Our challenge as a society is nothing less than recasting and re-invigorating our culture.

    We've got to persuade California's children that a baby is an awesome responsibility. Your baby is your responsibility – not the taxpayers!

    That means that education and marriage must come first – before you have children.

    If you don't want a child or won't love a child, don't get pregnant.

    If you want a child but are not prepared to be a parent, don't get pregnant.

    If you will have no father for your child, don't get pregnant.

    If in all of these cases, abstinence or birth control are the only responsible choice.

    Contraceptive services are already provided to women on welfare. Unfortunately, too few use them. So, I'm directing that our health care providers be required to provide instruction in pregnancy prevention to these women. And my budget will include funds to ensure that working poor women have the same access to contraceptive services as women on welfare.

    Despite the millions of loving natural parents and adoptive parents, there are still too many children who are not loved, too many who are abused and neglected, too many we must place in foster homes.

    Nothing will have a more profound impact on the future of California and the quality of our children's lives than to discourage unintended pregnancies and the teen births that sentence both mother and child to years and even lives of despair.

    One of California's first colonial governors, José Castro, said that one day our children would "build ladders to touch the sky, and once in the heavens change the whole face of the universe and even the color of the stars."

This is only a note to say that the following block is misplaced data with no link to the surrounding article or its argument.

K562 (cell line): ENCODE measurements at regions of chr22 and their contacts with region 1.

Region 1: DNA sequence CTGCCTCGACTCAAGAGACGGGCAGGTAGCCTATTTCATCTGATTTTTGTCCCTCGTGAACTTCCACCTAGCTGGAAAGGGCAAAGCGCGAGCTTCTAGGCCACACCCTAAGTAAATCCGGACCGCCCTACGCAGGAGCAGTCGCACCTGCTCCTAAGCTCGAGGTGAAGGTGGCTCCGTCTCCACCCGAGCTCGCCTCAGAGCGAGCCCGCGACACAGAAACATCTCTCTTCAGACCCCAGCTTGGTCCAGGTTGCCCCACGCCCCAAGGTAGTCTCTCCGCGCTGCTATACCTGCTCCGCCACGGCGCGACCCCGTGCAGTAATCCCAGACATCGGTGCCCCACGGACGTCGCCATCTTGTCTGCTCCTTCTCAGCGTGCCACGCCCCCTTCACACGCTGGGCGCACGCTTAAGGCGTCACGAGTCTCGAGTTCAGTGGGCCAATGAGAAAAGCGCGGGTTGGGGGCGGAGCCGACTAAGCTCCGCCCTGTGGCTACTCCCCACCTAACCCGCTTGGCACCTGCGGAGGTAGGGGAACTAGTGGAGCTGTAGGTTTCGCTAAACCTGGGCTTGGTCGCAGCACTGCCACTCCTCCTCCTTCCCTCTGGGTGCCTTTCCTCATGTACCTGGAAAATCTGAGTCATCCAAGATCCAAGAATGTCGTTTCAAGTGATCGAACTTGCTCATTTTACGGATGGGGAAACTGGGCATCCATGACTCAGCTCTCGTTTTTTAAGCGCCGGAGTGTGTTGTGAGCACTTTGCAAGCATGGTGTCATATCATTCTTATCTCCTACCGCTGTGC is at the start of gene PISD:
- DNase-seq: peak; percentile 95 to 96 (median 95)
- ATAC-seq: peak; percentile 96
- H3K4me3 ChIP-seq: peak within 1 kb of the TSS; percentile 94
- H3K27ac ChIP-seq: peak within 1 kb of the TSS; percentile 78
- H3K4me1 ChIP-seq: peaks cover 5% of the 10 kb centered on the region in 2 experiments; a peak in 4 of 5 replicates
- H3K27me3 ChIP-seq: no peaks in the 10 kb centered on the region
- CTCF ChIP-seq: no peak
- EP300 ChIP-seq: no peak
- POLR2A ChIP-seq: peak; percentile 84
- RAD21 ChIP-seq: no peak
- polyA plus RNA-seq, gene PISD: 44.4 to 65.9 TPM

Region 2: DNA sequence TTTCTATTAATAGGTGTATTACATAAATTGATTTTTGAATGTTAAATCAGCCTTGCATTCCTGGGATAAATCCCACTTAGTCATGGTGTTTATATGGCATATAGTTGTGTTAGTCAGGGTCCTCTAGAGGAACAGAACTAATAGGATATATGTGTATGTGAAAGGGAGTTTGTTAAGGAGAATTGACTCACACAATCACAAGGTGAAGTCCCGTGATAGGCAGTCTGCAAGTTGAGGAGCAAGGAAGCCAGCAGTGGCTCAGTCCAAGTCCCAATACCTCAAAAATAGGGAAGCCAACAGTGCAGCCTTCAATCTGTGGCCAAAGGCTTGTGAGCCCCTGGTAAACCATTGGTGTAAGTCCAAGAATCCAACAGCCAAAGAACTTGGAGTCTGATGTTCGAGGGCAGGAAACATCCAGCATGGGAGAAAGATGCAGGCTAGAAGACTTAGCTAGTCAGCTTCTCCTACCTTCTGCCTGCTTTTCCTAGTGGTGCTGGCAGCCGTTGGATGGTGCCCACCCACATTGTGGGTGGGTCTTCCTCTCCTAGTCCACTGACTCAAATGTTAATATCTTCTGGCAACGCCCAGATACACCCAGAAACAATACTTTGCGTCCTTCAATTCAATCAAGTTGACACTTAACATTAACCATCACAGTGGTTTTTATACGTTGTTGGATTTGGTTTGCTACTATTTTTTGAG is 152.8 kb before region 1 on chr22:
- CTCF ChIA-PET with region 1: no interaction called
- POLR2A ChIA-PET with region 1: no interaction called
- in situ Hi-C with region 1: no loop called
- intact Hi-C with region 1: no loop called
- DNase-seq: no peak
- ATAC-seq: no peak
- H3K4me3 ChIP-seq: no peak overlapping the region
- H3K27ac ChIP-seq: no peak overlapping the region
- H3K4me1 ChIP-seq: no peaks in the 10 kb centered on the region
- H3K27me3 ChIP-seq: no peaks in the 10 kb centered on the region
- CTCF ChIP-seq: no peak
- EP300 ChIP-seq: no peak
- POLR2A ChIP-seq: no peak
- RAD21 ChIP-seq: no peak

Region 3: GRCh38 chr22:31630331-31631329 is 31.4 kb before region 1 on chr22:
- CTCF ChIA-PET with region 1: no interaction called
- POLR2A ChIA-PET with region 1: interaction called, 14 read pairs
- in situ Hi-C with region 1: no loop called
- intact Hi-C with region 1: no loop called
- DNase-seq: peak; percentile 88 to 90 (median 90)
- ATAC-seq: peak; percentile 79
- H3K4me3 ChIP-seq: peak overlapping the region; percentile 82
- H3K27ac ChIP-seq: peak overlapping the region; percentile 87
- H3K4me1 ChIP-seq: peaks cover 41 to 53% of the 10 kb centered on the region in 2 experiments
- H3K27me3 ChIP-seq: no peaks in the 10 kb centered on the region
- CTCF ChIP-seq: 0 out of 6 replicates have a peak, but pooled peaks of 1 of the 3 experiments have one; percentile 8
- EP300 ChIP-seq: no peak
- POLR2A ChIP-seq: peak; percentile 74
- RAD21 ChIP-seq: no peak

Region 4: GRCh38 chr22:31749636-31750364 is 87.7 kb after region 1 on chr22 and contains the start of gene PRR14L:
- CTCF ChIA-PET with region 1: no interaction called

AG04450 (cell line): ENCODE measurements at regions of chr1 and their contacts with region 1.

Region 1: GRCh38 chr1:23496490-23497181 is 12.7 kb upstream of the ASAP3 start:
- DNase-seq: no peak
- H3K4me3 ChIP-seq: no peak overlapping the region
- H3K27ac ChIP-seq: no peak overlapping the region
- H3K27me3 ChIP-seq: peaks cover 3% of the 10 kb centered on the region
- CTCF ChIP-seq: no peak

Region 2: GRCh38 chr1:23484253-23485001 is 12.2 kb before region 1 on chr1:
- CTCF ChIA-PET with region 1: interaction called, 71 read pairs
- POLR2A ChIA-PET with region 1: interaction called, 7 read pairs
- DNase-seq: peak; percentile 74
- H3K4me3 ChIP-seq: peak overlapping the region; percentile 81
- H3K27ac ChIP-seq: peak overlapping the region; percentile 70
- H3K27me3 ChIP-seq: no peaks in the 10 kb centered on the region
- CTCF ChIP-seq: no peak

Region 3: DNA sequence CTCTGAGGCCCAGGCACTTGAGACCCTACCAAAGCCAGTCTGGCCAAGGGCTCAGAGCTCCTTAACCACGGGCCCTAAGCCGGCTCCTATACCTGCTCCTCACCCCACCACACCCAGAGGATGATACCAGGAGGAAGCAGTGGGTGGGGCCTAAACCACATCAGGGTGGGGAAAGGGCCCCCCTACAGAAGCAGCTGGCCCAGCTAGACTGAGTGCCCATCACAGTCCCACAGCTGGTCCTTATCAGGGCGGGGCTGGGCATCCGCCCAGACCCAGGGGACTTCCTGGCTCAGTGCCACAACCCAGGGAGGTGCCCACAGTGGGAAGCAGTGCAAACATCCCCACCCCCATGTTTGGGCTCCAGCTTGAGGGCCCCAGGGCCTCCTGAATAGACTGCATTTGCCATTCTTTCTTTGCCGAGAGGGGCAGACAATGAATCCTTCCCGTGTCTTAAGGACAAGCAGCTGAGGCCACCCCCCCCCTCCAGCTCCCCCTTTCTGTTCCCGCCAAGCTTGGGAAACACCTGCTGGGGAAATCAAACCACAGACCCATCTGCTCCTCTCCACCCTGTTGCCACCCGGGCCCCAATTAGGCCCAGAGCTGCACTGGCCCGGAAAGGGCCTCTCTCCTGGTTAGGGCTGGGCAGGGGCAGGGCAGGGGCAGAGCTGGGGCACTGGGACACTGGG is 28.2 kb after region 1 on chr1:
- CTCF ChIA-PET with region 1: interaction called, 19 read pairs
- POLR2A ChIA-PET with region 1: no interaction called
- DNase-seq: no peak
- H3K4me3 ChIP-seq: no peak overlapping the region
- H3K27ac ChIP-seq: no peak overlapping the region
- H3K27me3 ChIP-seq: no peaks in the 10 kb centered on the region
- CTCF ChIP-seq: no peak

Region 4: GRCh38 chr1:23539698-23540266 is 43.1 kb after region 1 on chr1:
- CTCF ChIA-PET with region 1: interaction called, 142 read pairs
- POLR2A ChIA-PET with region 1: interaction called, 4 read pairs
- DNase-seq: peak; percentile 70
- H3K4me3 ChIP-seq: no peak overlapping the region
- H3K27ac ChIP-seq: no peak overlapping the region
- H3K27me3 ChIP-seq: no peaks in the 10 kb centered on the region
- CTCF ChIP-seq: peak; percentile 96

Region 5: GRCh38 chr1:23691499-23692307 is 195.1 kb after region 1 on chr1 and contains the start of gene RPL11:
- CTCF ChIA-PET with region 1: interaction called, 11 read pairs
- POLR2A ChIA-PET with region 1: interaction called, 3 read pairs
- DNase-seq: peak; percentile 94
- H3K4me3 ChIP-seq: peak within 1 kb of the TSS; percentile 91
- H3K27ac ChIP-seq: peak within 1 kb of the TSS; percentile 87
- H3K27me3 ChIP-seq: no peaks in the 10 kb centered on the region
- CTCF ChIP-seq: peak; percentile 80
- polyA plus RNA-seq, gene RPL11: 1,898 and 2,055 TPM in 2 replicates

Just a few weeks ago one of California's ladders did indeed reach the stars, a ladder we call Galileo. For six years this spacecraft – designed, built and operated by Californians – hurtled billions of miles through space for a rendezvous with the planet Jupiter.

    Like Galileo, our entire state has endured a remarkable journey these past five years. It tested our strength and our character. But unlike Galileo, our journey has just begun.

    We must give every child the chance to start life in a caring, stable home with a mother and father.

    Every child deserves a safe neighborhood.

    They deserve a good education in a safe school free of drugs, guns or gangs.

    They deserve a state that competes and wins to provide them the jobs of the 21st century.

    They deserve the opportunity to succeed and be all that they can be through hard work, initiative and individual merit.

    If we give them that, there's no limit on how high our children can reach.

    As the Galileo mission proves once more, Californians are capable of building ladders higher in the sky than anyone else ever imagined.

    So, let us set aside personal and partisan differences to do the people's business.

    As I told this audience in my first message as governor five years ago, if we succeed, there will be abundant credit to share, and if we fail, no amount of finger-pointing will absolve us.

    So let's resolve tonight and throughout the year that we will empower Californians , that we will do our part so every young boy and girl can grow up to build their own ladder to the sky and reach for the stars.

    They will build upon what we leave them.

    Let's give them a launching pad to realize their most magnificent dreams.

    Thank you, good night, and God bless you.